That’s what Al Sharpton promised to do in the Saturday night Dem debate. The best speaker among the nine would-be presidential candidates, Sharpton had all the good lines, leaving the rest looking mighty dull. Big Al wants to light a fire under the Dems: “I will slap the donkey until the donkey kicks and we kick George Bush out of the White House.” Directed and prodded by a preening George Stephanopoulos, the Nowhere Nine quickly divided themselves between those who are busy hauling their party back into McGovernism and those who actually think there’s a chance they could get elected.
If the nine were a baseball team, the manager would be fired for not trading for stronger hitters and pitchers. The hitters — Sharpton, Carol Moseley Braun and Dennis Kucinich — all displayed a deep-seated ignorance of the real world, swinging hard against the war in Iraq, yearning for a chance to give the U.N. command of our foreign policy. The rest — John Kerry, Joe Lieberman, John Edwards, Bob Graham, Dick Gephardt, and Howard Dean — tried to pitch their electability, and nothing they threw seemed to nick even the outside corner of the strike zone.
Florida’s Sen. Bob Graham, the only moderate among them, claimed to be from the “electable” wing of the Democratic Party. He said the Congressional authorization of military action in Iraq was too weak, not authorizing action against Hezbollah and other terrorists in the area. Oh, really? When the debate on that resolution was on, Graham argued against it, saying removing Saddam was a distraction from the war on terror. The links between Saddam and terrorist networks such as Hezbollah, Hamas and Islamic Jihad — not to mention al-Qaeda — were proved a hundred times over during the Iraq campaign. Graham now finds himself in the illustrious company of Wesley Clark, Barbra Streisand, and the many other Dems who were proven comprehensively wrong. Graham is trying to play to both sides of the war issue and it isn’t working. His party will still turn him into political road kill. No room for moderates under the Dems’ Big Tent.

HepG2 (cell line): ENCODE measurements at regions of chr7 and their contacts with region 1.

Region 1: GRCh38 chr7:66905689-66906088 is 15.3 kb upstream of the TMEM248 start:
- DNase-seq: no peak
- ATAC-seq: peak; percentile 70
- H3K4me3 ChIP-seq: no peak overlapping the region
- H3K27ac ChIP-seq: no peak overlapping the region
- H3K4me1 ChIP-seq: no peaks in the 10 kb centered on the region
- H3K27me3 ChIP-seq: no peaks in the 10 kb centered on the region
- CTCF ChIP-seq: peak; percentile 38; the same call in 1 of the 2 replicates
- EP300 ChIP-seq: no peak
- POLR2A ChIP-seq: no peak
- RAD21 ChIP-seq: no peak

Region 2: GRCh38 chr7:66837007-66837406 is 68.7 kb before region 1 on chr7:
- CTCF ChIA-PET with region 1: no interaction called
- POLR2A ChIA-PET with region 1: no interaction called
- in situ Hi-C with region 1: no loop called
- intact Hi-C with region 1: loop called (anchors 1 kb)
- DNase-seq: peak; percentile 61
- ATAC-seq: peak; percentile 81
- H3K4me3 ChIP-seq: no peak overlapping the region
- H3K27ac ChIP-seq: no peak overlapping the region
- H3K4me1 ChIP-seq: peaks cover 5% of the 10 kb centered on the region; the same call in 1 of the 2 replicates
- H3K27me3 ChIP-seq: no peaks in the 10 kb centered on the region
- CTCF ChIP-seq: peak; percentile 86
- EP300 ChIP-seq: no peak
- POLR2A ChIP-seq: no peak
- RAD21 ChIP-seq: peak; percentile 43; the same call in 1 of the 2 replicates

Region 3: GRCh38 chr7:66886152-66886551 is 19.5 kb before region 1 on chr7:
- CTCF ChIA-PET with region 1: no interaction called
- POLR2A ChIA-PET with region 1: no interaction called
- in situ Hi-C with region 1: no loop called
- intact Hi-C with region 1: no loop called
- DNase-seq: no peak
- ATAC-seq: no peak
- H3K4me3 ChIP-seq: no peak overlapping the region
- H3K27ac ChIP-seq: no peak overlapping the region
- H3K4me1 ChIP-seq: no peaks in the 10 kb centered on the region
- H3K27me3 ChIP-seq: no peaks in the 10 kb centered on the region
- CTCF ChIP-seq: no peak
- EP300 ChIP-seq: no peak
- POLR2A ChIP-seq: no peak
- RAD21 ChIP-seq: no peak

Lieberman and Dick Gephardt made some half-hearted defenses of the Iraq campaign. Gephardt said he was convinced that Saddam had WMD and that the weapons could have found their way into terrorist hands. Lieberman insisted that Democrats who send an anti-defense message cannot win in ’04. He’s right, but none of them — not even Vichy John Kerry — could sound credible on the issue. How can candidates who don’t disagree strongly with the likes of Kucinich and Sharpton ever be credible on defense? None of the nine disagreed with Big Al or Little Dennis.
Sharpton said that we don’t have enough money to occupy the states we now have, far less Iraq. He apparently believes that the American government holds the fifty states by military force. Kucinich — identifying the only government program that the far left wants to cut — asked if we can afford a military budget climbing to $500 billion (which will only happen in Mr. Rumsfeld’s wildest dreams) and demanded that the “bloat” be cut out of the Pentagon budget. That we are in a global war against terrorism is no reason to spend taxpayers dollars on defending ourselves.
Howard Dean and Kerry scratched at each other’s eyes over a statement that Dean had made that America should prepare for the day that we’re no longer the preeminent military power. Dean — who opposed the Iraq campaign — said that all he meant was that unilateralism was a mistake. Kerry — who has done nothing in his entire political career to strengthen the military, and everything to weaken it — attacked Dean but could only say he was wrong, not why. What Kerry left unsaid — that America cannot afford to give up its military primacy — is a message no Dem can carry. Not that any would.